This past weekend was full of playtime.
I spent my Saturday trekking from Jersey to Brooklyn, later stopping by Brooklyn Museum to check out another month of Target First Saturdays. Despite the pouring rain and running to and from the museum as if that would somehow help (lol), I came out later in the eve to enjoy some poetry readings, a musical performance, and an inspiring book reading by Morgan Parker.
Parker's words often resulted in a roar of claps and finger-snaps. I went to her book signing at the museum shop. I walked up to her *before the signing* and asked how I could work my way into this writing world, assuming the answer would be obvious. She said something better than my thoughts:
"Don't stop. Read a lot. Read everything."
I'm not a voracious reader. I admit it all the time. I guess I expected her to say something more specific to people. But nah. This writing game is all the way internal!
On Sunday, I only planned to play football at the park...until I reached out to an old buddy and had a sudden change of plans.
I met Nina on the 2 train to Brooklyn a few months ago; she's a skater who spoke to me and my roommate while on her board with an open heart and steady footing. We met up with her yesterday for an afternoon of skating (and falling) in an indoor park.
If you're wondering how falling helps the anxiety prone, details are below.
Google says anxiety is "a feeling of worry, nervousness, or unease, typically about an imminent event or something with an uncertain outcome." A-ha!
Times when I'm in control of the outcome:
When I facilitate; when I dance in the middle of the floor; when I get on stage to read a poem.
In these moments, I know my stuff's ready--I'm set to be seen, heard or watched, and I'm ready to make mistakes and roll with 'em. The results are in my hands.
Times when I lack control over the outcome:
When I'm walking to the train; when I'm walking from the train to work; when I'm leaving my apartment; when I'm walking into unfamiliar spaces alone.
In these cases, I'm not ready to be seen, heard or watched. I'm uncomfortable with the targeted gaze of other people, not knowing what they're capable of and if I'd be able to bear it. (See, that’s the anxiety and New Yorker-ness talking.)
Since starting therapy, this day-to-day anxiety has immensely lightened. These past couple of months were my first times walking alone without the accompaniment of a beating heart and uncertain hips. I've started walking calmly, and it...
Feels good! For my anxious folk, learning to skateboard is a crash course (heh) into being observed and conquering the uncertainties.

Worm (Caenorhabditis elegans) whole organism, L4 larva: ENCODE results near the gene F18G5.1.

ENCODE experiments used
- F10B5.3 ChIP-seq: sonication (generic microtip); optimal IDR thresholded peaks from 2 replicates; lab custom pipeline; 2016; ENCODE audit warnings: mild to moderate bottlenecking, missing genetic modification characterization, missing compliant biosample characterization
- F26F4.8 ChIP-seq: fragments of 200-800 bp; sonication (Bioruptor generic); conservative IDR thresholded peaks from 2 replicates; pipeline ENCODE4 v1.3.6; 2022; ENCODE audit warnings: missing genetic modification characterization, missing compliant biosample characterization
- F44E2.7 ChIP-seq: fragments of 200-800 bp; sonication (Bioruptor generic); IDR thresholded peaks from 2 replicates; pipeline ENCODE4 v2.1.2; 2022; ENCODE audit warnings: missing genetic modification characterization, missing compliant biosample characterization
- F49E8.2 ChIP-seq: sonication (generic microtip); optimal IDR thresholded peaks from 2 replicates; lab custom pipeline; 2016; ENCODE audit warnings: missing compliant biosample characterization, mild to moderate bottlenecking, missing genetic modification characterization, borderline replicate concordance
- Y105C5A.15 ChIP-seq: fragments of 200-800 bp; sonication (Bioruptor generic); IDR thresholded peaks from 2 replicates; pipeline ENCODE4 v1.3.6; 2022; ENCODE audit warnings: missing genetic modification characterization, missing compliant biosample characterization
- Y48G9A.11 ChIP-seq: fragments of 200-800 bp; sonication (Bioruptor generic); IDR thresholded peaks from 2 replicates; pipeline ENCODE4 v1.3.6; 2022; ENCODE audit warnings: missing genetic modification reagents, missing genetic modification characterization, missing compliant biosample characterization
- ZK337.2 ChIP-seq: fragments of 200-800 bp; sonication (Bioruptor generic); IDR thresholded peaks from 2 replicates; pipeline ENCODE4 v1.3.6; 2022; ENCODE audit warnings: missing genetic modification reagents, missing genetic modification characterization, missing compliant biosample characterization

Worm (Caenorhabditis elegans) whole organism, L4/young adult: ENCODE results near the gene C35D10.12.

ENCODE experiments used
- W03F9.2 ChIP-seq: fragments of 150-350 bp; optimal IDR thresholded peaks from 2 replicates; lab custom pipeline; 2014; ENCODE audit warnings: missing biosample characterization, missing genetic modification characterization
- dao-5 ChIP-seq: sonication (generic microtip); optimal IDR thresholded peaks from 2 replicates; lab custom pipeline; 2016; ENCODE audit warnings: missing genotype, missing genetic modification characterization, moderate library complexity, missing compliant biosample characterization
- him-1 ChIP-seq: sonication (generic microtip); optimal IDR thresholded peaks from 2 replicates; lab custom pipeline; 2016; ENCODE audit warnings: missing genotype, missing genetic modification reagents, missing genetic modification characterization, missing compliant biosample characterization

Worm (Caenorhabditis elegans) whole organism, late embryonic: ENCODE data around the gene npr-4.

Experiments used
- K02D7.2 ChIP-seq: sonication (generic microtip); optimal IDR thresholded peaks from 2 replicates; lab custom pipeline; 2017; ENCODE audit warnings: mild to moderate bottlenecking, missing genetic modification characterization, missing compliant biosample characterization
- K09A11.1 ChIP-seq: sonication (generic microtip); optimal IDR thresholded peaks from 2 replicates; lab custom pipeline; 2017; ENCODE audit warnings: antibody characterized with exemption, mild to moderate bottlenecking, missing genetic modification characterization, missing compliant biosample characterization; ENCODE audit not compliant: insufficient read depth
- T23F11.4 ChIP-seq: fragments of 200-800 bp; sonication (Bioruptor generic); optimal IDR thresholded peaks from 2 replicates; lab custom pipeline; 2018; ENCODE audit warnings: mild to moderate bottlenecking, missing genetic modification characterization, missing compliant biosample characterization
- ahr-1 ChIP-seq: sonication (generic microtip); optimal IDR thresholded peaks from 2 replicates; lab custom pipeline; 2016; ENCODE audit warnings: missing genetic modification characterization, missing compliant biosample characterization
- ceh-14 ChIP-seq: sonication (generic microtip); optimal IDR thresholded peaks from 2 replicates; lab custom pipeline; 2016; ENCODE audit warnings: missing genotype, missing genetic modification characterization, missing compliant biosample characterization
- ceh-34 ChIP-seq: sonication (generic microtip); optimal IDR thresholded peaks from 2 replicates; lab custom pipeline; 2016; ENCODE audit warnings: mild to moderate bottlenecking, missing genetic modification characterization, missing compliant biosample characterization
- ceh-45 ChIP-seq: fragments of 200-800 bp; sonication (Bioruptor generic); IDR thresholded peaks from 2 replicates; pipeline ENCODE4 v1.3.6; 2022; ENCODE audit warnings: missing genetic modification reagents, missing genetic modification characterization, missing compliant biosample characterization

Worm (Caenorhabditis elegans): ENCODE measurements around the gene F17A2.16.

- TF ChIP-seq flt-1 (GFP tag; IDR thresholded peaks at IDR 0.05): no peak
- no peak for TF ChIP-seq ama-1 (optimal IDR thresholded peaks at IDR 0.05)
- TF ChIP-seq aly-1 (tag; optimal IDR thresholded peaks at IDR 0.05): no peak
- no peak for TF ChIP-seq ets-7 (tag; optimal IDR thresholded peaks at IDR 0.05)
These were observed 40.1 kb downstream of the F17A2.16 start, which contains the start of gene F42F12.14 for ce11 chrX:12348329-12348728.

Yesterday was my first time hopping on a skateboard on non-carpeted flooring. LOL. I knew I'd meet the ground at some point, but making it across the pipe (the flat part, not the incline -- hah!) felt like a cool whoosh of air: invigorating, enveloping, freeing.
The more I skated, the "faster" (*LOL*) I went. I learned how to break, how to push off without another person's hands, and eventually, I kind of learned to turn. The turning evolved into me going up the slightest piece of ramp. Eventually, I learned how to stay on the board while coming back down! 😂
I fell, and I fell hard. BUT YOUR BODY can't learn without the fall(s). (emphasis on the -S.) two falls & many fumbles LATER:
Skateboarding will help your anxiety if you're OK with not being completely ready.
Skateboarding is a practice of falling; your butt and wrists will suffer (and maybe your back, too, if you're really ambitious!). But can you dust yourself off and shake the twinge of a new bruise? Are you cool with laughing at yourself? Are you ready to ease your heart as those wheels start turning?!?!
It can be scary, But that's 90% of the fun.
Skateboarding is all adrenaline. The imminent disaster somehow builds your confidence, even within a newb like myself. And I'm sure it's nauseating, even for skaters with years of practice. How so? Skaters are always conquering something new--a new rail, a new park, higher heights, better tricks.
Skateboarding = uncomfortable. And that's the beauty of it.
At first glance, many of us think skaters have a naturally calm appearance. Nina, the skater friend from the 2 train, told me skaters have a lot going on inside their heads, and that they skate to become the chill we see.
we all need outlets. This is Nina:
She's been skating for seven years. She wants to see more women out here doing it, and I'm looking to be one of them! Maybe not as fearlessly, but I look forward to making it down the block. 😂!
Nina's a part of this dope group of young women skaters called The Skate Kitchen. They're in a short film, and The New York Times took some fly photos of 'em. That NYT slideshow is everything. Plz look.
After a few hours on wheels, I left excited and eager to keep learning though excited to be back on stable ground 😆I came home after hours of football at the park and needed to ice my *clearly* aging body. I fell asleep with an ice pack on my left knee, and I'm ok with that. See, accepting the outcomes!
I'm looking forward to skating next weekend and the weekend after that and the next and the next and the...
I want this one!!!!!!!!!
Comment below if you dug this post! Hoping someone brings a skateboard to today's 4th o' July festivities… Trying to practice as much as poss.
And here's Nina, the 19-year-old that got me moving. Since I'm about that advocacy, this link has my last post about familiar words and phrases that sexual violence survivors say. Talk to me here, and read more about bklynprose here!